New Mexico to Arizona: The Journey Continues

Thursday I drove from Santa Fe, New Mexico to Flagstaff, Arizona (I wrote this post on Thursday night, but the internet connection at my hotel suddenly shut off while I was publishing it. By this morning the connection had not been restored, and there were many unhappy people at the hotel). The scenery was striking. I stopped to see Meteor Crater, which is a National Natural Landmark in the Arizona desert. The crater is huge–over 4,000 feet across and 550 feet deep!

Meteor Crater in Arizona.

Meteor Crater in Arizona.

You can get a bit of a feel for the enormity of the crater with the following picture. It shows a rock across the rim that is the size of a house.

The house-sized rock is the little bump in the middle on the rim.

The house-sized rock is the little bump in the middle on the rim.

The meteor that caused the crater is estimated to have been about 150 feet across when it landed, yet the largest piece recovered is only a couple of feet in diameter.

The largest recovered piece of the meteor.

The largest recovered piece of the meteor.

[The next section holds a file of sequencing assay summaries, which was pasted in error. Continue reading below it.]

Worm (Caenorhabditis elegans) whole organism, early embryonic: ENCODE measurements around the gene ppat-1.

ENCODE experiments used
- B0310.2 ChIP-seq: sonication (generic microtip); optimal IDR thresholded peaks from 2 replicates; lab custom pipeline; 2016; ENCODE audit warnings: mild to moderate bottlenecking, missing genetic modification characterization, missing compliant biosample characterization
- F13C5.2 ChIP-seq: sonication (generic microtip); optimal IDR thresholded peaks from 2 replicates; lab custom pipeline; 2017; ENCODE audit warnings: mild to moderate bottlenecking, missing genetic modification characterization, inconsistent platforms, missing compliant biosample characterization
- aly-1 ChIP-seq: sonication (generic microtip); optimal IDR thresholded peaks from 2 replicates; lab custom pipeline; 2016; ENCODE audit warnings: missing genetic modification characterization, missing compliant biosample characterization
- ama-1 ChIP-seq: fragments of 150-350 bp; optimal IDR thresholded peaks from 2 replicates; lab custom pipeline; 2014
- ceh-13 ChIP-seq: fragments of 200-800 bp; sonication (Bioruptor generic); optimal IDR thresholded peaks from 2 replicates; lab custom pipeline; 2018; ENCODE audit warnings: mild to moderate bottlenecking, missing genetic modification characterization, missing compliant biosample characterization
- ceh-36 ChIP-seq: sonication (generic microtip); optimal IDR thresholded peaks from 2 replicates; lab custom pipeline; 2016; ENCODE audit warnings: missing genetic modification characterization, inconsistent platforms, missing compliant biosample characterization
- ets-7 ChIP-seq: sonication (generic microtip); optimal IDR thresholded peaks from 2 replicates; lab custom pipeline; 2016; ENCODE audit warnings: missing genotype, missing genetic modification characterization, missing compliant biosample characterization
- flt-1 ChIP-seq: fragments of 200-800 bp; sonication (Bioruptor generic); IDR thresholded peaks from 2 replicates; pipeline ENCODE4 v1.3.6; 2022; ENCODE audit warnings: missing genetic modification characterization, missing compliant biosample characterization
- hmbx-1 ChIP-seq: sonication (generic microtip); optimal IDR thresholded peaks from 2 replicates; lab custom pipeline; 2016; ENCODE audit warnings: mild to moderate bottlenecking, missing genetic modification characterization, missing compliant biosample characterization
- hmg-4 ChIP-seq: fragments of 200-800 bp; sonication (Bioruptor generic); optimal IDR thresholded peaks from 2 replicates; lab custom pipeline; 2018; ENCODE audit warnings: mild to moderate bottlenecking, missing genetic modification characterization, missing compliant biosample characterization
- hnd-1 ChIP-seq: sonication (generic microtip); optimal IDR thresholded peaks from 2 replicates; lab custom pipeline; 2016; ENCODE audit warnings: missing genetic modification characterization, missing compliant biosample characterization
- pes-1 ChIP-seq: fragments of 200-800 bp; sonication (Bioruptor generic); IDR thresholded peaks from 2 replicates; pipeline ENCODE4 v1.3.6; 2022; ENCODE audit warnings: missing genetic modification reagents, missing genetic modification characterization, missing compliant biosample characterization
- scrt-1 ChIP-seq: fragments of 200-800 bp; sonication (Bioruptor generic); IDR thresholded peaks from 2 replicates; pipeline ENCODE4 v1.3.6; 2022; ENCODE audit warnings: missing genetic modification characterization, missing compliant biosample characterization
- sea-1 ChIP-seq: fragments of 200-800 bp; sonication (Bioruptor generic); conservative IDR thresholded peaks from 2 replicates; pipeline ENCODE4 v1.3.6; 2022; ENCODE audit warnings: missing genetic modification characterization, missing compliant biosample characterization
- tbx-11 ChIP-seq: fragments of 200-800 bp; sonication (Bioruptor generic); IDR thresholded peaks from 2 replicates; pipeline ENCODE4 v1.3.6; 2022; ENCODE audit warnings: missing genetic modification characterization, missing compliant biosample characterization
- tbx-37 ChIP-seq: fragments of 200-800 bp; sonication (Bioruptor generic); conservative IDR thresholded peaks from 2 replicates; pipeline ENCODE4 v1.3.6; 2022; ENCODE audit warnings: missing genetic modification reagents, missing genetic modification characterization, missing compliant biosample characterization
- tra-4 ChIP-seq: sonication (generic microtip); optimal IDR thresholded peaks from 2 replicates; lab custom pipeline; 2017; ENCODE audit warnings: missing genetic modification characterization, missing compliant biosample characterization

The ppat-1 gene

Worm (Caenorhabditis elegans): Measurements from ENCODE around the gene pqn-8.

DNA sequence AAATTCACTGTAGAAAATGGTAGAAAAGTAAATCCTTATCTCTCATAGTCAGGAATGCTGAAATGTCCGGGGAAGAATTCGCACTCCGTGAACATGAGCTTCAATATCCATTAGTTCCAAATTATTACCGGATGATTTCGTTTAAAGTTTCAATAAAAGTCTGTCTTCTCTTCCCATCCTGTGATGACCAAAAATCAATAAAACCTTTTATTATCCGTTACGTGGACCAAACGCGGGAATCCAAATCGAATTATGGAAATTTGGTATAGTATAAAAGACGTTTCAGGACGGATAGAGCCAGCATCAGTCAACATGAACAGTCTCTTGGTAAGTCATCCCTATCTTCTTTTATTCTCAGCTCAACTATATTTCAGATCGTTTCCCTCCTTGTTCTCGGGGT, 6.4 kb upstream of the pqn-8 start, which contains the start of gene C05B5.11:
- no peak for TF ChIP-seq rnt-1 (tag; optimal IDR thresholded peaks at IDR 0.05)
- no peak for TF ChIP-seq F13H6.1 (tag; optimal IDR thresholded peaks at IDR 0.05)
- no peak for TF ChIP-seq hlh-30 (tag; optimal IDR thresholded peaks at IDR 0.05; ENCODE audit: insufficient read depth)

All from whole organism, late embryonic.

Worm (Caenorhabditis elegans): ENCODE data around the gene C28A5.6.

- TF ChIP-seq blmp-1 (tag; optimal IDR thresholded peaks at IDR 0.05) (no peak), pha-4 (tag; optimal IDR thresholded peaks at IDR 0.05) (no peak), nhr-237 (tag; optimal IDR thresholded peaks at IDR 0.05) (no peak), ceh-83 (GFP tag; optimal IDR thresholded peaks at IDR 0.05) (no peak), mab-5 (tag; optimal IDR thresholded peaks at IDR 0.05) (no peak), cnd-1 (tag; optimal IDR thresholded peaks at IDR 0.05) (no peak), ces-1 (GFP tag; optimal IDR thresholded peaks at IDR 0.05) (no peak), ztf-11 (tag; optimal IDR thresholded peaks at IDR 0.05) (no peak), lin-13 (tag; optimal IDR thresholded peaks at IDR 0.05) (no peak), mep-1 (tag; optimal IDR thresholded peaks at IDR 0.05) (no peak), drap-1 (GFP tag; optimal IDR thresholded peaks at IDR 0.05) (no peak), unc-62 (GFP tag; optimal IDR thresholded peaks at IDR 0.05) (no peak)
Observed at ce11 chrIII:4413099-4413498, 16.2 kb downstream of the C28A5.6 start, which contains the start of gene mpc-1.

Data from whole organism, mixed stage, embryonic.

I noticed one of the signs labeling rocks had been changed. If you look closely you’ll see the ghost of the old text.

A sign that has been changed.

A sign that has been changed.

I was impressed by the plants growing on the upper section of the crater. It is a harsh, desert setting. I think this plant is a Euphorbia species.

Some desert plants by the crater.

Some desert plants by the crater.

From 1964 to 1972 NASA used the crater for training exercises for Apollo astronauts. It definitely looks like a moon landscape.

The Meteor Crater was interesting to see. It was worth the stop.

On the road to Flagstaff, Arizona.

On the road to Flagstaff, Arizona.

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